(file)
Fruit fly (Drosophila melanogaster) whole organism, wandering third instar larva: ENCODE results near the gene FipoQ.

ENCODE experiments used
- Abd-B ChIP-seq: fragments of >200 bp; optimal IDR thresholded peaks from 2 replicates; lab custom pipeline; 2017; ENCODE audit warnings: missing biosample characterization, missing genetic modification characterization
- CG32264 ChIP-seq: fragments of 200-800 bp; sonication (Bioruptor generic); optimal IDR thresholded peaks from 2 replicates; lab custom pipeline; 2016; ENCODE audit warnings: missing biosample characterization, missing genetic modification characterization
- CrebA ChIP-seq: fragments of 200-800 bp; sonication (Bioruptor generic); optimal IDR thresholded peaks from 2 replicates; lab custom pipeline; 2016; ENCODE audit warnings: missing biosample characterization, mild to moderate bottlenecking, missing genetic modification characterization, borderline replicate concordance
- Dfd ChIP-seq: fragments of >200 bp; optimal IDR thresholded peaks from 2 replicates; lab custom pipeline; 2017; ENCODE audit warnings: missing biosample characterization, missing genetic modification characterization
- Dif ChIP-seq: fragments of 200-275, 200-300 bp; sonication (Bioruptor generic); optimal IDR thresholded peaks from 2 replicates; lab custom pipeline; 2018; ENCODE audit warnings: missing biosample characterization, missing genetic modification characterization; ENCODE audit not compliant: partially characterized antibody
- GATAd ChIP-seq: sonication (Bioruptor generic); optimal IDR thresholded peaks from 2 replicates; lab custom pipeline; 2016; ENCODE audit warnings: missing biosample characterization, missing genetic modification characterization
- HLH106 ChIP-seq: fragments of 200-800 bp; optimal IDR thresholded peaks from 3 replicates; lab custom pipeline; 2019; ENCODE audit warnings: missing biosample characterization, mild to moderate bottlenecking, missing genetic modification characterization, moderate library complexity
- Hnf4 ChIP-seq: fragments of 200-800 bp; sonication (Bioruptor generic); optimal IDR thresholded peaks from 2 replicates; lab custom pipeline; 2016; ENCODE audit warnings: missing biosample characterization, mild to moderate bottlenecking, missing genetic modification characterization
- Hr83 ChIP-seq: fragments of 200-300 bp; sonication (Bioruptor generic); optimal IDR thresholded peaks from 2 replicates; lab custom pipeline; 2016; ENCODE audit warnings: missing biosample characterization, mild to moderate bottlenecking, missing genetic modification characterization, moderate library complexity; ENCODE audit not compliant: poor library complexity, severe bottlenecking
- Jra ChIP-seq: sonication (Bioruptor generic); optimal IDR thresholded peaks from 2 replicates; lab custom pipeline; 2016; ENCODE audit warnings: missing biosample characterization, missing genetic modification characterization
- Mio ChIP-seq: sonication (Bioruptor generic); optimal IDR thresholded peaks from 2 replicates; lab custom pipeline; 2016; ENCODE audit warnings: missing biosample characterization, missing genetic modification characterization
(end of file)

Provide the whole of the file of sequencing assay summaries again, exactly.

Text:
Fruit fly (Drosophila melanogaster) whole organism, wandering third instar larva: ENCODE results near the gene FipoQ.

ENCODE experiments used
- Abd-B ChIP-seq: fragments of >200 bp; optimal IDR thresholded peaks from 2 replicates; lab custom pipeline; 2017; ENCODE audit warnings: missing biosample characterization, missing genetic modification characterization
- CG32264 ChIP-seq: fragments of 200-800 bp; sonication (Bioruptor generic); optimal IDR thresholded peaks from 2 replicates; lab custom pipeline; 2016; ENCODE audit warnings: missing biosample characterization, missing genetic modification characterization
- CrebA ChIP-seq: fragments of 200-800 bp; sonication (Bioruptor generic); optimal IDR thresholded peaks from 2 replicates; lab custom pipeline; 2016; ENCODE audit warnings: missing biosample characterization, mild to moderate bottlenecking, missing genetic modification characterization, borderline replicate concordance
- Dfd ChIP-seq: fragments of >200 bp; optimal IDR thresholded peaks from 2 replicates; lab custom pipeline; 2017; ENCODE audit warnings: missing biosample characterization, missing genetic modification characterization
- Dif ChIP-seq: fragments of 200-275, 200-300 bp; sonication (Bioruptor generic); optimal IDR thresholded peaks from 2 replicates; lab custom pipeline; 2018; ENCODE audit warnings: missing biosample characterization, missing genetic modification characterization; ENCODE audit not compliant: partially characterized antibody
- GATAd ChIP-seq: sonication (Bioruptor generic); optimal IDR thresholded peaks from 2 replicates; lab custom pipeline; 2016; ENCODE audit warnings: missing biosample characterization, missing genetic modification characterization
- HLH106 ChIP-seq: fragments of 200-800 bp; optimal IDR thresholded peaks from 3 replicates; lab custom pipeline; 2019; ENCODE audit warnings: missing biosample characterization, mild to moderate bottlenecking, missing genetic modification characterization, moderate library complexity
- Hnf4 ChIP-seq: fragments of 200-800 bp; sonication (Bioruptor generic); optimal IDR thresholded peaks from 2 replicates; lab custom pipeline; 2016; ENCODE audit warnings: missing biosample characterization, mild to moderate bottlenecking, missing genetic modification characterization
- Hr83 ChIP-seq: fragments of 200-300 bp; sonication (Bioruptor generic); optimal IDR thresholded peaks from 2 replicates; lab custom pipeline; 2016; ENCODE audit warnings: missing biosample characterization, mild to moderate bottlenecking, missing genetic modification characterization, moderate library complexity; ENCODE audit not compliant: poor library complexity, severe bottlenecking
- Jra ChIP-seq: sonication (Bioruptor generic); optimal IDR thresholded peaks from 2 replicates; lab custom pipeline; 2016; ENCODE audit warnings: missing biosample characterization, missing genetic modification characterization
- Mio ChIP-seq: sonication (Bioruptor generic); optimal IDR thresholded peaks from 2 replicates; lab custom pipeline; 2016; ENCODE audit warnings: missing biosample characterization, missing genetic modification characterization